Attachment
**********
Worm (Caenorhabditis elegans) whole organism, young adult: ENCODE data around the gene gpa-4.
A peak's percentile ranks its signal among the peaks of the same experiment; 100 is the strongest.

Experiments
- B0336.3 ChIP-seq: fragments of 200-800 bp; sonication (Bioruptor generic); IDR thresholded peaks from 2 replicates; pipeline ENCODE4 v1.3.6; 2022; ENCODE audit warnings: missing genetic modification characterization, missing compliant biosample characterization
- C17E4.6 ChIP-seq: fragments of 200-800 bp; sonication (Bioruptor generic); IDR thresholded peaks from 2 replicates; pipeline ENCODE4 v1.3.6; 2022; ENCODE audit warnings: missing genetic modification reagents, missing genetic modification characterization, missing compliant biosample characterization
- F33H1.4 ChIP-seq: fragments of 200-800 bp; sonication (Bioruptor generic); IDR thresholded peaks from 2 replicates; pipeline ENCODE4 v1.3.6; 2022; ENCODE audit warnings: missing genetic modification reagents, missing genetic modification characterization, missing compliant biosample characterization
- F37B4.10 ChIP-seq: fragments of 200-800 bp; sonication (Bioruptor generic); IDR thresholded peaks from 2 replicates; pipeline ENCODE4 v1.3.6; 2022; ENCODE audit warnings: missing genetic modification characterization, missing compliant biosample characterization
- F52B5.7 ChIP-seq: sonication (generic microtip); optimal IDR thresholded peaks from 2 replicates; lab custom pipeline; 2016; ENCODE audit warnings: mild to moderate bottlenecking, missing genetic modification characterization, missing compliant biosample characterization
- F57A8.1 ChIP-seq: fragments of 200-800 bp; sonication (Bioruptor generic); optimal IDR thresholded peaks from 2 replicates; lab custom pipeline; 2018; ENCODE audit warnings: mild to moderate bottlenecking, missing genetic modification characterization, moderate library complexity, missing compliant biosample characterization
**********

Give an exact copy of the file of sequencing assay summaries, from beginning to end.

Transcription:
Worm (Caenorhabditis elegans) whole organism, young adult: ENCODE data around the gene gpa-4.
A peak's percentile ranks its signal among the peaks of the same experiment; 100 is the strongest.

Experiments
- B0336.3 ChIP-seq: fragments of 200-800 bp; sonication (Bioruptor generic); IDR thresholded peaks from 2 replicates; pipeline ENCODE4 v1.3.6; 2022; ENCODE audit warnings: missing genetic modification characterization, missing compliant biosample characterization
- C17E4.6 ChIP-seq: fragments of 200-800 bp; sonication (Bioruptor generic); IDR thresholded peaks from 2 replicates; pipeline ENCODE4 v1.3.6; 2022; ENCODE audit warnings: missing genetic modification reagents, missing genetic modification characterization, missing compliant biosample characterization
- F33H1.4 ChIP-seq: fragments of 200-800 bp; sonication (Bioruptor generic); IDR thresholded peaks from 2 replicates; pipeline ENCODE4 v1.3.6; 2022; ENCODE audit warnings: missing genetic modification reagents, missing genetic modification characterization, missing compliant biosample characterization
- F37B4.10 ChIP-seq: fragments of 200-800 bp; sonication (Bioruptor generic); IDR thresholded peaks from 2 replicates; pipeline ENCODE4 v1.3.6; 2022; ENCODE audit warnings: missing genetic modification characterization, missing compliant biosample characterization
- F52B5.7 ChIP-seq: sonication (generic microtip); optimal IDR thresholded peaks from 2 replicates; lab custom pipeline; 2016; ENCODE audit warnings: mild to moderate bottlenecking, missing genetic modification characterization, missing compliant biosample characterization
- F57A8.1 ChIP-seq: fragments of 200-800 bp; sonication (Bioruptor generic); optimal IDR thresholded peaks from 2 replicates; lab custom pipeline; 2018; ENCODE audit warnings: mild to moderate bottlenecking, missing genetic modification characterization, moderate library complexity, missing compliant biosample characterization